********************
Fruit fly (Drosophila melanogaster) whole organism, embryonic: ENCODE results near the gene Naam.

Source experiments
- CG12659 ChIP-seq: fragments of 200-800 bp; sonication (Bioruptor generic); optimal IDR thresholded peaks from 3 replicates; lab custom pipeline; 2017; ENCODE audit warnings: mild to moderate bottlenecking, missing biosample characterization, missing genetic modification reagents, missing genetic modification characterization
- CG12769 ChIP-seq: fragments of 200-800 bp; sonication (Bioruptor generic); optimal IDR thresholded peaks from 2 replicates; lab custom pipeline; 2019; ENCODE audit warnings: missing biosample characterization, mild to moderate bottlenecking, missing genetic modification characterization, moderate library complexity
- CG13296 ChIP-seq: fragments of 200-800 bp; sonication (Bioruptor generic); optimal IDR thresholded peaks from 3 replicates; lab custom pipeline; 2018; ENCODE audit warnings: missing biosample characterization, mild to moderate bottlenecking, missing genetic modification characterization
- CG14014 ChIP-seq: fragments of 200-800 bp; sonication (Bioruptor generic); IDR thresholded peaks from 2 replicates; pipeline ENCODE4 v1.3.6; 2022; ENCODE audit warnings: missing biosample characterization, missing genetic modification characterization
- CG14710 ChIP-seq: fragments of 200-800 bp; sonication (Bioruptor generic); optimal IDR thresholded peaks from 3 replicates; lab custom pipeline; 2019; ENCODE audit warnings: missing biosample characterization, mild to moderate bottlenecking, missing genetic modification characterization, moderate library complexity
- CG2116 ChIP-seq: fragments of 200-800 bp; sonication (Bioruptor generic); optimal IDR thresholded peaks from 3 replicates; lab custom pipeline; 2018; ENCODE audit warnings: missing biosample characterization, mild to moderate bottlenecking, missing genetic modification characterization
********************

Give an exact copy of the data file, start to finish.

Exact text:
Fruit fly (Drosophila melanogaster) whole organism, embryonic: ENCODE results near the gene Naam.

Source experiments
- CG12659 ChIP-seq: fragments of 200-800 bp; sonication (Bioruptor generic); optimal IDR thresholded peaks from 3 replicates; lab custom pipeline; 2017; ENCODE audit warnings: mild to moderate bottlenecking, missing biosample characterization, missing genetic modification reagents, missing genetic modification characterization
- CG12769 ChIP-seq: fragments of 200-800 bp; sonication (Bioruptor generic); optimal IDR thresholded peaks from 2 replicates; lab custom pipeline; 2019; ENCODE audit warnings: missing biosample characterization, mild to moderate bottlenecking, missing genetic modification characterization, moderate library complexity
- CG13296 ChIP-seq: fragments of 200-800 bp; sonication (Bioruptor generic); optimal IDR thresholded peaks from 3 replicates; lab custom pipeline; 2018; ENCODE audit warnings: missing biosample characterization, mild to moderate bottlenecking, missing genetic modification characterization
- CG14014 ChIP-seq: fragments of 200-800 bp; sonication (Bioruptor generic); IDR thresholded peaks from 2 replicates; pipeline ENCODE4 v1.3.6; 2022; ENCODE audit warnings: missing biosample characterization, missing genetic modification characterization
- CG14710 ChIP-seq: fragments of 200-800 bp; sonication (Bioruptor generic); optimal IDR thresholded peaks from 3 replicates; lab custom pipeline; 2019; ENCODE audit warnings: missing biosample characterization, mild to moderate bottlenecking, missing genetic modification characterization, moderate library complexity
- CG2116 ChIP-seq: fragments of 200-800 bp; sonication (Bioruptor generic); optimal IDR thresholded peaks from 3 replicates; lab custom pipeline; 2018; ENCODE audit warnings: missing biosample characterization, mild to moderate bottlenecking, missing genetic modification characterization